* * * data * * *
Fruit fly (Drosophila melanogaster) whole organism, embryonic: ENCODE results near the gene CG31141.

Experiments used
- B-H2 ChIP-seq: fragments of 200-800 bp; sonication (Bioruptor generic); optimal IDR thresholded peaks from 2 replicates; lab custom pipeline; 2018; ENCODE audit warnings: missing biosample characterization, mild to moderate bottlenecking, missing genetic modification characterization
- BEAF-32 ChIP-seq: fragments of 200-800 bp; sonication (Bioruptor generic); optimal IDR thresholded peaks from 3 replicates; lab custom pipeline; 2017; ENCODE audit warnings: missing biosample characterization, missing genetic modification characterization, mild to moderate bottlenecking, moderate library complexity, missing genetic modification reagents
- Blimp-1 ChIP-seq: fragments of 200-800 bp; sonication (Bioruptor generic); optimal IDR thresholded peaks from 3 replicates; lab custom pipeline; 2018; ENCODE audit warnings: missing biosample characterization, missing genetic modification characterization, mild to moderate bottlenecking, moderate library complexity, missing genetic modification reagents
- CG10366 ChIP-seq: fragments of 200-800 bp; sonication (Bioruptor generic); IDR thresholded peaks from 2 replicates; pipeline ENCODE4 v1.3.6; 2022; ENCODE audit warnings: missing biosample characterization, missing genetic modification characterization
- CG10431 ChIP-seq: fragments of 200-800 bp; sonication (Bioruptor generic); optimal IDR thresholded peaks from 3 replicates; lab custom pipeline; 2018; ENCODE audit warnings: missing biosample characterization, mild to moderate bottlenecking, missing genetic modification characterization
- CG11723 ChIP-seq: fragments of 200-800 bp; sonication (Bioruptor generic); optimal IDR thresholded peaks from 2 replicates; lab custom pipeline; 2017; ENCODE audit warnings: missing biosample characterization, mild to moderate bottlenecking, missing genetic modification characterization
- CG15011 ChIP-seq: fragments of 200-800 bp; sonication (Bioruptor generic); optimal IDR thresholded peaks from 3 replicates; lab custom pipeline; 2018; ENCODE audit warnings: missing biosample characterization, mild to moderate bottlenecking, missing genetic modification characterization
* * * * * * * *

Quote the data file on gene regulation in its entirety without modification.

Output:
Fruit fly (Drosophila melanogaster) whole organism, embryonic: ENCODE results near the gene CG31141.

Experiments used
- B-H2 ChIP-seq: fragments of 200-800 bp; sonication (Bioruptor generic); optimal IDR thresholded peaks from 2 replicates; lab custom pipeline; 2018; ENCODE audit warnings: missing biosample characterization, mild to moderate bottlenecking, missing genetic modification characterization
- BEAF-32 ChIP-seq: fragments of 200-800 bp; sonication (Bioruptor generic); optimal IDR thresholded peaks from 3 replicates; lab custom pipeline; 2017; ENCODE audit warnings: missing biosample characterization, missing genetic modification characterization, mild to moderate bottlenecking, moderate library complexity, missing genetic modification reagents
- Blimp-1 ChIP-seq: fragments of 200-800 bp; sonication (Bioruptor generic); optimal IDR thresholded peaks from 3 replicates; lab custom pipeline; 2018; ENCODE audit warnings: missing biosample characterization, missing genetic modification characterization, mild to moderate bottlenecking, moderate library complexity, missing genetic modification reagents
- CG10366 ChIP-seq: fragments of 200-800 bp; sonication (Bioruptor generic); IDR thresholded peaks from 2 replicates; pipeline ENCODE4 v1.3.6; 2022; ENCODE audit warnings: missing biosample characterization, missing genetic modification characterization
- CG10431 ChIP-seq: fragments of 200-800 bp; sonication (Bioruptor generic); optimal IDR thresholded peaks from 3 replicates; lab custom pipeline; 2018; ENCODE audit warnings: missing biosample characterization, mild to moderate bottlenecking, missing genetic modification characterization
- CG11723 ChIP-seq: fragments of 200-800 bp; sonication (Bioruptor generic); optimal IDR thresholded peaks from 2 replicates; lab custom pipeline; 2017; ENCODE audit warnings: missing biosample characterization, mild to moderate bottlenecking, missing genetic modification characterization
- CG15011 ChIP-seq: fragments of 200-800 bp; sonication (Bioruptor generic); optimal IDR thresholded peaks from 3 replicates; lab custom pipeline; 2018; ENCODE audit warnings: missing biosample characterization, mild to moderate bottlenecking, missing genetic modification characterization